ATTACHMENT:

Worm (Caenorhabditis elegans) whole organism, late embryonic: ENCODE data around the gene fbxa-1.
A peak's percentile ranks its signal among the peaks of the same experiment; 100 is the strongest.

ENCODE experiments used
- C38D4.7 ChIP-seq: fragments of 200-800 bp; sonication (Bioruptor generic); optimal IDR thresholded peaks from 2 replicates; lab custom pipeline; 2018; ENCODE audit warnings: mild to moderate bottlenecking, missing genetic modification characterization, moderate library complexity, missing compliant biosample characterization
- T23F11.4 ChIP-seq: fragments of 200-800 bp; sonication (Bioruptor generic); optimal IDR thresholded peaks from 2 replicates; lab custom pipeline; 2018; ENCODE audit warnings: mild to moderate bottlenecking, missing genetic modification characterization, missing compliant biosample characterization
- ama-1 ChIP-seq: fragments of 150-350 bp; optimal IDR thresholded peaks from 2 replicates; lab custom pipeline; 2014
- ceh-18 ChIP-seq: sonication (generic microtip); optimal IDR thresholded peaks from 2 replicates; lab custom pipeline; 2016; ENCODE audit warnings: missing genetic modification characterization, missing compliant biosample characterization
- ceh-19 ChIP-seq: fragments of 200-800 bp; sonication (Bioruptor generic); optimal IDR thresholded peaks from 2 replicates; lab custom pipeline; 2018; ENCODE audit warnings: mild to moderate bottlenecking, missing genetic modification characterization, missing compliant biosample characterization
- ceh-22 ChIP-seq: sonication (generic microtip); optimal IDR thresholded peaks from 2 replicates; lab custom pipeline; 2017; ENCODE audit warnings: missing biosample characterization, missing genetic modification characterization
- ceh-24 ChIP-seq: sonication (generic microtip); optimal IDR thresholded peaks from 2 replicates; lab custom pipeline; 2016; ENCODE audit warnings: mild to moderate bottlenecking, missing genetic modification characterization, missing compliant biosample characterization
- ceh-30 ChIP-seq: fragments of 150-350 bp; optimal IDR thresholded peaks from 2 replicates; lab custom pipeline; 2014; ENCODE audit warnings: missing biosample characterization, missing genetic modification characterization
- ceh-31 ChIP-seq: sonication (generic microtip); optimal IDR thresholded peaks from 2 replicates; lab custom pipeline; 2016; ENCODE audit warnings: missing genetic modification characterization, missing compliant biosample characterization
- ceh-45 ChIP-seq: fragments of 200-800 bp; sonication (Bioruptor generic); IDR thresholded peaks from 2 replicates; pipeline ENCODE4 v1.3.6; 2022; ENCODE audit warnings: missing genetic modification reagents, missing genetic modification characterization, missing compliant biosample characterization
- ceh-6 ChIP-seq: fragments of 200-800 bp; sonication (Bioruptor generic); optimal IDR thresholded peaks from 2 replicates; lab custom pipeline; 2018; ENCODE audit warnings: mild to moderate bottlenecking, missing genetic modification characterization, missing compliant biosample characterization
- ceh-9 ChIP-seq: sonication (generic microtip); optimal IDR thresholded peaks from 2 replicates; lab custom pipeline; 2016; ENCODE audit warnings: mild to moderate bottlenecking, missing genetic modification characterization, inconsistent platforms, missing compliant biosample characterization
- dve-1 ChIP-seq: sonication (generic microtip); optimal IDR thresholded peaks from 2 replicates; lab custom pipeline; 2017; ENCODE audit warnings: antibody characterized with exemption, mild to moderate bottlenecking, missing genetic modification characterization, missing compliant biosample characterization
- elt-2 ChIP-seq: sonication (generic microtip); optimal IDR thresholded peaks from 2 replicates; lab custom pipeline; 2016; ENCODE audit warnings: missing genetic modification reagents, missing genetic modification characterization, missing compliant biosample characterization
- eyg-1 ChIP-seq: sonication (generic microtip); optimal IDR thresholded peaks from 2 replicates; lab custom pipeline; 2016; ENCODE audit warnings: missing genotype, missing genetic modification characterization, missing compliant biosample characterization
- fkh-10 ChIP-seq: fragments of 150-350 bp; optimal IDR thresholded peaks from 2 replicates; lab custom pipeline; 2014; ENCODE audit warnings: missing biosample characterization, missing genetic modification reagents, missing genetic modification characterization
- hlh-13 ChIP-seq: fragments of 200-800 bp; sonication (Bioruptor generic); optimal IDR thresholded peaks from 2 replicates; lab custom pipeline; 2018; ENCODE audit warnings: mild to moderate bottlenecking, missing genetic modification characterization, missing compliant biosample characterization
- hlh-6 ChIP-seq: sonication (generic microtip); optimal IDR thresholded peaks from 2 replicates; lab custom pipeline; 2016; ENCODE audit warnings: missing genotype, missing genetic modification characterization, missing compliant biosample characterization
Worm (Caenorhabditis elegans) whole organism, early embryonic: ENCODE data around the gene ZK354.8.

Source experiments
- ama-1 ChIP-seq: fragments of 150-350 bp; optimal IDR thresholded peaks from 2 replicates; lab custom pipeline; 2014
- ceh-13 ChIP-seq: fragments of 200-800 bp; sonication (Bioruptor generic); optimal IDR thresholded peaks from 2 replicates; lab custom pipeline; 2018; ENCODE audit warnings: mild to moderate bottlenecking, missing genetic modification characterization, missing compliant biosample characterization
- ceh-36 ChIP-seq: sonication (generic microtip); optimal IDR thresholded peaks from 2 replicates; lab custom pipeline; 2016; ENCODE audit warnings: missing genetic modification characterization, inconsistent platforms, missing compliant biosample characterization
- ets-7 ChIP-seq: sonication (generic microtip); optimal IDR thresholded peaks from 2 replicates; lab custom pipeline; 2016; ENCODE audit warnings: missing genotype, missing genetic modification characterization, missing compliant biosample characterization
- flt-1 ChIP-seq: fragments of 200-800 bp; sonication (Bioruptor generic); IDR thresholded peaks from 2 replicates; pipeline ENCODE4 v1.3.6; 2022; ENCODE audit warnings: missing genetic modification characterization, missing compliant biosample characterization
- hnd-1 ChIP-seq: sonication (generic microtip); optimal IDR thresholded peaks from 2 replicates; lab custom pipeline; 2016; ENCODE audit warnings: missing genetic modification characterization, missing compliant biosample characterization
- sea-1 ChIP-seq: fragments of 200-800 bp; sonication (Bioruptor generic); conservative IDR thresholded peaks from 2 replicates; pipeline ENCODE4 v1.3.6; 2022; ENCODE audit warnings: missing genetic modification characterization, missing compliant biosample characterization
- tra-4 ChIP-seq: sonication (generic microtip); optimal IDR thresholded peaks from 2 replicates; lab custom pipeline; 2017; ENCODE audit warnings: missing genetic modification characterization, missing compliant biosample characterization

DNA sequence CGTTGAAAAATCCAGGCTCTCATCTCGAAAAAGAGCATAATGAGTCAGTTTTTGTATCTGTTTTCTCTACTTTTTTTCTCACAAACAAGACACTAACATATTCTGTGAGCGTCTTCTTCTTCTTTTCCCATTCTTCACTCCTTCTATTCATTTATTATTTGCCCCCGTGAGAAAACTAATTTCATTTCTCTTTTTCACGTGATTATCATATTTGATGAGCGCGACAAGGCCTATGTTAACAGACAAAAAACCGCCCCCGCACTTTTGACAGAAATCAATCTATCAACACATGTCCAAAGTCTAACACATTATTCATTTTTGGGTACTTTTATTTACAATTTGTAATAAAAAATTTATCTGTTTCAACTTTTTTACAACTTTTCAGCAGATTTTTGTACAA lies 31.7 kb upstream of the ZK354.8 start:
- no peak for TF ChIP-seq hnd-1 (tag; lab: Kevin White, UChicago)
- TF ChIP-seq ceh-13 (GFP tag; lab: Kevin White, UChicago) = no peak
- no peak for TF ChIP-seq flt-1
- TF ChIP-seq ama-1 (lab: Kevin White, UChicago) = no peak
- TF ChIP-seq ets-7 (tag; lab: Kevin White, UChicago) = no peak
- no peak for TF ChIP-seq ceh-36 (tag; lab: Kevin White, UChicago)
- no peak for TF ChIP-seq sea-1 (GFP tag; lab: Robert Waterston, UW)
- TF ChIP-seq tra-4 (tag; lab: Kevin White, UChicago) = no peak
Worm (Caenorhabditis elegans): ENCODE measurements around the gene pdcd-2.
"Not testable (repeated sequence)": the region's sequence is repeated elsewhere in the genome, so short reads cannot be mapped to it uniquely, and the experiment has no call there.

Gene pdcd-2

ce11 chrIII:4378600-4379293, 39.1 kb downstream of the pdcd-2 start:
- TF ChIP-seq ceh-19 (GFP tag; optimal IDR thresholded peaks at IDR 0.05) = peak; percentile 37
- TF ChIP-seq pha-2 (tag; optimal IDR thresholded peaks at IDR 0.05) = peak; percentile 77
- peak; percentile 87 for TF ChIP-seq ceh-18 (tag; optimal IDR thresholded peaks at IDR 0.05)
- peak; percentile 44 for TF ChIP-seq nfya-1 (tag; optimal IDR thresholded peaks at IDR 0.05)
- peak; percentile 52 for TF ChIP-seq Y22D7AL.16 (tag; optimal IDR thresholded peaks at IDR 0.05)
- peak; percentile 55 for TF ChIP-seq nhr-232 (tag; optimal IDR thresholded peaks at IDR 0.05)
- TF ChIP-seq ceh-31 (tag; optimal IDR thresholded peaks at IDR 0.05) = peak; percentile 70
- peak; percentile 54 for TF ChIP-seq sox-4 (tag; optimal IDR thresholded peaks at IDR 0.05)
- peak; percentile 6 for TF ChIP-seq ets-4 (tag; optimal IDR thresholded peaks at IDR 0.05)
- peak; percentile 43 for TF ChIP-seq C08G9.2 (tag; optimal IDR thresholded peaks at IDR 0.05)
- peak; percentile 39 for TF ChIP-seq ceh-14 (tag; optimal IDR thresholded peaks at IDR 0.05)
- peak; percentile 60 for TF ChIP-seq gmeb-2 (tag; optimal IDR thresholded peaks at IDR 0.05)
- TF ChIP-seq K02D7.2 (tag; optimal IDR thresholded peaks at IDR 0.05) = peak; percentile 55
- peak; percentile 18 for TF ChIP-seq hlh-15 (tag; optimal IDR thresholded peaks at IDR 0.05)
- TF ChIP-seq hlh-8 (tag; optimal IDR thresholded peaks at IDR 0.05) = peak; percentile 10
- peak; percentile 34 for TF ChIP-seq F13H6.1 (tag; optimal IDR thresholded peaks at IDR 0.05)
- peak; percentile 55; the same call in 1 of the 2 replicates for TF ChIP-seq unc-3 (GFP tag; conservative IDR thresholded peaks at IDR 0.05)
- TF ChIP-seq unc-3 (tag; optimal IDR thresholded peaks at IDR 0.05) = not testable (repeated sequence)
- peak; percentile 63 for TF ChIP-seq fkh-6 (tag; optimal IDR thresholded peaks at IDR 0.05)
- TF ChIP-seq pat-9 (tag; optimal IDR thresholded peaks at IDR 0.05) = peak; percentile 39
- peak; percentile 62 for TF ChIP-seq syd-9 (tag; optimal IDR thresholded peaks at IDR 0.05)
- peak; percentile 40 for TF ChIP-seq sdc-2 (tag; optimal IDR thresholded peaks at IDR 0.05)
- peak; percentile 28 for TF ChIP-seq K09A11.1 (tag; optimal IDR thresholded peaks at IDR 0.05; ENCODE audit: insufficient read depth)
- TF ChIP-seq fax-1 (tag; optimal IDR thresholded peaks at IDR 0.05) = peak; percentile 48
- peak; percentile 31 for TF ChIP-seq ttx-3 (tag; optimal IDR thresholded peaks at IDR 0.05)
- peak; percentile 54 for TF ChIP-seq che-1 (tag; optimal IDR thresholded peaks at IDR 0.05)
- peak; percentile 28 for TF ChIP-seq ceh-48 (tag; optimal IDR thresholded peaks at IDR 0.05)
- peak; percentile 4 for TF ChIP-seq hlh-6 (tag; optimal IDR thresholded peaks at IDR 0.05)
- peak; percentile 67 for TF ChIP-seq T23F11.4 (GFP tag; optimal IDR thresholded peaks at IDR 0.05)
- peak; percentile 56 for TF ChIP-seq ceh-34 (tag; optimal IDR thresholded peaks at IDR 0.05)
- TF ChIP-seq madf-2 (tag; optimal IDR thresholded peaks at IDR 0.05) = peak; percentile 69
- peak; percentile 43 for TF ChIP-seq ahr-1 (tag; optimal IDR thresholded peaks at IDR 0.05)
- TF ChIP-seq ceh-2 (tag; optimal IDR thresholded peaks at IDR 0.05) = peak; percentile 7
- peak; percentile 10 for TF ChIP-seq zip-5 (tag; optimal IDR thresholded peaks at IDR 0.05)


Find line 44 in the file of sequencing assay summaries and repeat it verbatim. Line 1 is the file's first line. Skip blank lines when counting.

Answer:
ce11 chrIII:4378600-4379293, 39.1 kb downstream of the pdcd-2 start: